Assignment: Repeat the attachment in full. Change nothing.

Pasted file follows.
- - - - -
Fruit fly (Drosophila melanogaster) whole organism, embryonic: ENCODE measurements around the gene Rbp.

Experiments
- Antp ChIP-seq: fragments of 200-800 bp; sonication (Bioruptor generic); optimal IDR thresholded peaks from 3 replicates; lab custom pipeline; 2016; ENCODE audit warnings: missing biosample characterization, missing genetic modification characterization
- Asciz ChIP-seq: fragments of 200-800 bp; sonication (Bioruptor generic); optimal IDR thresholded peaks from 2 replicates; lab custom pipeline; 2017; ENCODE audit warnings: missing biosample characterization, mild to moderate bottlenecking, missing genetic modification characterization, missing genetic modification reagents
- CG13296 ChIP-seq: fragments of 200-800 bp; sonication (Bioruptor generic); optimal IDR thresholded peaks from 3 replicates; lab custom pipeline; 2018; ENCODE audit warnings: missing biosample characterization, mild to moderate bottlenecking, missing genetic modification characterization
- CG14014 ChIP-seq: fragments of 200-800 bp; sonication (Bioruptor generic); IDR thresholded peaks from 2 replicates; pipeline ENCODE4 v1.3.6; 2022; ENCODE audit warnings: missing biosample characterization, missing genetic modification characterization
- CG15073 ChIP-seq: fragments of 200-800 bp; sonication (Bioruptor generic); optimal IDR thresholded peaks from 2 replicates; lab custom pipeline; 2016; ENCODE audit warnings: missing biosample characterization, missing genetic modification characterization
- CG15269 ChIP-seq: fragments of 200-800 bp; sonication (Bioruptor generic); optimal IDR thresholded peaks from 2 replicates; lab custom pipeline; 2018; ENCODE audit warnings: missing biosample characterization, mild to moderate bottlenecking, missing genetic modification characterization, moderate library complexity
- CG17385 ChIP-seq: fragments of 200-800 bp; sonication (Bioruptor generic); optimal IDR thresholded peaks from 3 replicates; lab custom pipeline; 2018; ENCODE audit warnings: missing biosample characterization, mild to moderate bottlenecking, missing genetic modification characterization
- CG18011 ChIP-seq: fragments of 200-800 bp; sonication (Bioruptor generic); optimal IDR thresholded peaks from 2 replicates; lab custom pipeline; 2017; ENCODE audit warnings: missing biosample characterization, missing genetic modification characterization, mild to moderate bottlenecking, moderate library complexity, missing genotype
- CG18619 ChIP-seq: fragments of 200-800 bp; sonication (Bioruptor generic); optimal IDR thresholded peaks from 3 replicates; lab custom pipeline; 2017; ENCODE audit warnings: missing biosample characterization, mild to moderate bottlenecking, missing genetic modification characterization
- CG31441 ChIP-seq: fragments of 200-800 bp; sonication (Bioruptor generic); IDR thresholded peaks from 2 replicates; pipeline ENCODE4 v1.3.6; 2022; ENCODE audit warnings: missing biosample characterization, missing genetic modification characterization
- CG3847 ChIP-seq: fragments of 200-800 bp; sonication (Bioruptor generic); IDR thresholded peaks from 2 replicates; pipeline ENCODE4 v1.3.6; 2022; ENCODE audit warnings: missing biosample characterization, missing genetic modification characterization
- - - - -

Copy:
Fruit fly (Drosophila melanogaster) whole organism, embryonic: ENCODE measurements around the gene Rbp.

Experiments
- Antp ChIP-seq: fragments of 200-800 bp; sonication (Bioruptor generic); optimal IDR thresholded peaks from 3 replicates; lab custom pipeline; 2016; ENCODE audit warnings: missing biosample characterization, missing genetic modification characterization
- Asciz ChIP-seq: fragments of 200-800 bp; sonication (Bioruptor generic); optimal IDR thresholded peaks from 2 replicates; lab custom pipeline; 2017; ENCODE audit warnings: missing biosample characterization, mild to moderate bottlenecking, missing genetic modification characterization, missing genetic modification reagents
- CG13296 ChIP-seq: fragments of 200-800 bp; sonication (Bioruptor generic); optimal IDR thresholded peaks from 3 replicates; lab custom pipeline; 2018; ENCODE audit warnings: missing biosample characterization, mild to moderate bottlenecking, missing genetic modification characterization
- CG14014 ChIP-seq: fragments of 200-800 bp; sonication (Bioruptor generic); IDR thresholded peaks from 2 replicates; pipeline ENCODE4 v1.3.6; 2022; ENCODE audit warnings: missing biosample characterization, missing genetic modification characterization
- CG15073 ChIP-seq: fragments of 200-800 bp; sonication (Bioruptor generic); optimal IDR thresholded peaks from 2 replicates; lab custom pipeline; 2016; ENCODE audit warnings: missing biosample characterization, missing genetic modification characterization
- CG15269 ChIP-seq: fragments of 200-800 bp; sonication (Bioruptor generic); optimal IDR thresholded peaks from 2 replicates; lab custom pipeline; 2018; ENCODE audit warnings: missing biosample characterization, mild to moderate bottlenecking, missing genetic modification characterization, moderate library complexity
- CG17385 ChIP-seq: fragments of 200-800 bp; sonication (Bioruptor generic); optimal IDR thresholded peaks from 3 replicates; lab custom pipeline; 2018; ENCODE audit warnings: missing biosample characterization, mild to moderate bottlenecking, missing genetic modification characterization
- CG18011 ChIP-seq: fragments of 200-800 bp; sonication (Bioruptor generic); optimal IDR thresholded peaks from 2 replicates; lab custom pipeline; 2017; ENCODE audit warnings: missing biosample characterization, missing genetic modification characterization, mild to moderate bottlenecking, moderate library complexity, missing genotype
- CG18619 ChIP-seq: fragments of 200-800 bp; sonication (Bioruptor generic); optimal IDR thresholded peaks from 3 replicates; lab custom pipeline; 2017; ENCODE audit warnings: missing biosample characterization, mild to moderate bottlenecking, missing genetic modification characterization
- CG31441 ChIP-seq: fragments of 200-800 bp; sonication (Bioruptor generic); IDR thresholded peaks from 2 replicates; pipeline ENCODE4 v1.3.6; 2022; ENCODE audit warnings: missing biosample characterization, missing genetic modification characterization
- CG3847 ChIP-seq: fragments of 200-800 bp; sonication (Bioruptor generic); IDR thresholded peaks from 2 replicates; pipeline ENCODE4 v1.3.6; 2022; ENCODE audit warnings: missing biosample characterization, missing genetic modification characterization